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Tarot Card Mystery
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Developed by Sulus Games, The Tarot Card Mystery forms part of the Strange Cases™ series and belongs to the Hidden Object Adventure genre. The game casts you in the role of Claire Ellery who is a FBI agent. She tends to be assigned cases that are a little bit out-of-the-ordinary and this latest example certainly fits this category.
Claire has been assigned to investigate a triple kidnapping in a small unknown town. Adding an additional mystery to the case is that each kidnapping was accompanied by the appearance of a tarot card. It was as if the criminal responsible was bating the investigator for not solving the crime.
Prior to beginning your investigation the usual options are available to set the game to suit your playing style. Profiles can be created so that different players can take on the challenge of this case and have their progress recorded. The audio volume levels can be set for music, sound effects and the environment used throughout the game. There are also options to play the game in full screen mode and use a system cursor.
Rather than stick with the more general screen layout we often encounter, this game has opted for a design concept make-over. Instead of arranging any available tools and features across the bottom of the various scenes, these elements have been combined and moved to a panel running down the left side of the screen. This panel holds the Hint feature in the form of a butterfly, an area to display any required objects, thumbnail images of locations within the immediate vicinity - some of which may be currently locked until progress has been made - and a suitcase which acts of an inventory holding the items that have been collected.
As mentioned earlier, tarot cards do have an important role to play in the game. Each scene will contain a tarot card which, when collected, will reveal the items that you need to find within the current scene. Three types of tarot cards, defined by their colour, will be used at different times. A blue tarot card will reveal the required items in text format while a green tarot card offers a list of items in silhouette format. In the case of a red tarot card, you will need to look for small portion of an object which, once found, then come together to create a required item.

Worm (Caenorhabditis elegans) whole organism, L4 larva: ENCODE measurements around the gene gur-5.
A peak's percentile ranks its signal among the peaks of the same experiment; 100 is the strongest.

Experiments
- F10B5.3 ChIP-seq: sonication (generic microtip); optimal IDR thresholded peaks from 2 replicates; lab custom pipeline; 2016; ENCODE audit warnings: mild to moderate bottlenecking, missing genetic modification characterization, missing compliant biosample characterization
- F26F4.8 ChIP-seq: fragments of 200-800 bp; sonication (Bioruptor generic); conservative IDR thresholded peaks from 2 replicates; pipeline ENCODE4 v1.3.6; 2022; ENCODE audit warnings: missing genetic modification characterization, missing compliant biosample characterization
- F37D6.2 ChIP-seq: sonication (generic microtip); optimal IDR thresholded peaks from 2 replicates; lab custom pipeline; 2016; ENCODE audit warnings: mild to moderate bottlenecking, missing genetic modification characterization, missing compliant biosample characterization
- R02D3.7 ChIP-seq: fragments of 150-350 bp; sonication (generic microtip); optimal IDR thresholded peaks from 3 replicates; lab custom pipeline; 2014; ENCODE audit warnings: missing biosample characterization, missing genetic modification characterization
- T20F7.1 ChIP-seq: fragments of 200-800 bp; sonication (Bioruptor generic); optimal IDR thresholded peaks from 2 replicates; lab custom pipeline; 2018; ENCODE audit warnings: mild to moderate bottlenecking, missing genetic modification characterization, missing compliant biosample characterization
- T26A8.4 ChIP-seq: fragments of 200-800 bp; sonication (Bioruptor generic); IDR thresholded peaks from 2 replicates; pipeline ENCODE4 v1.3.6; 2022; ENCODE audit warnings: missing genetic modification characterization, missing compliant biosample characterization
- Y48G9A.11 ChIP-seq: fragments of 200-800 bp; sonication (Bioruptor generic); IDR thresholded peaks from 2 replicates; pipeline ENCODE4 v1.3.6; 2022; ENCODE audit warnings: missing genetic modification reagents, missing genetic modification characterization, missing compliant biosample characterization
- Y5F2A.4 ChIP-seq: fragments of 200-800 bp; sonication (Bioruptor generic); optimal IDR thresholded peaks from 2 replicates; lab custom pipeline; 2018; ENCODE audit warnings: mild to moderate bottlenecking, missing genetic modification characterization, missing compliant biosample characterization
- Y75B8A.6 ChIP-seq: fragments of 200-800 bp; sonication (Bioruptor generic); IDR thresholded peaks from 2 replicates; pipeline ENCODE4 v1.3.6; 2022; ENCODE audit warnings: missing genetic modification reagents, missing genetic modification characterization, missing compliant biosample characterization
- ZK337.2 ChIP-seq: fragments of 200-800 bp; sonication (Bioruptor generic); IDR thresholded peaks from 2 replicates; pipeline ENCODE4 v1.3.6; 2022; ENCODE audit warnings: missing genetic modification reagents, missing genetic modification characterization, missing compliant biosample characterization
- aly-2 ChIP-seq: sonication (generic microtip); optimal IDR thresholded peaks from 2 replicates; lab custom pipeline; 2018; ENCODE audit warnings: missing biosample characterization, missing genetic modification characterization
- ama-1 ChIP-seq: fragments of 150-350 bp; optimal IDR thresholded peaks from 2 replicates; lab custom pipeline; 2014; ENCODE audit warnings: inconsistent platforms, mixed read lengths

Providing an occasional break from Hidden Object game play, the game features a number of mini game puzzles to keep you alert. These interludes cover a variety of different challenges that use a mixture of logical thinking, trial & error sessions plus some hand-eye coordination to test your skills. You could be asked to respond to an incoming Morse signal and take appropriate action, shoot ducks at a fairground side show, manipulate a grabber slot machine to get a required item, adjust a view finder to pinpoint a location and complete a jigsaw. While these puzzles are usually delivered as a solo entry, sometimes they are linked together to produce a combination of challenges that need to be tackled.
Apart from an occasional stop/start linking sequence to help move the story line along, the game concentrates all of its efforts on the Hidden Object aspect of the game with an occasional diversion into puzzle solving. While it took some time to get use to the tarot card switching of Hidden Object game play, I enjoyed playing the game. I have seen this title listed on Amazon priced at £2.99. The game requires a 800 MHz processor with 256GB of RAM an 120MB of hard disk space running Windows XP and later.
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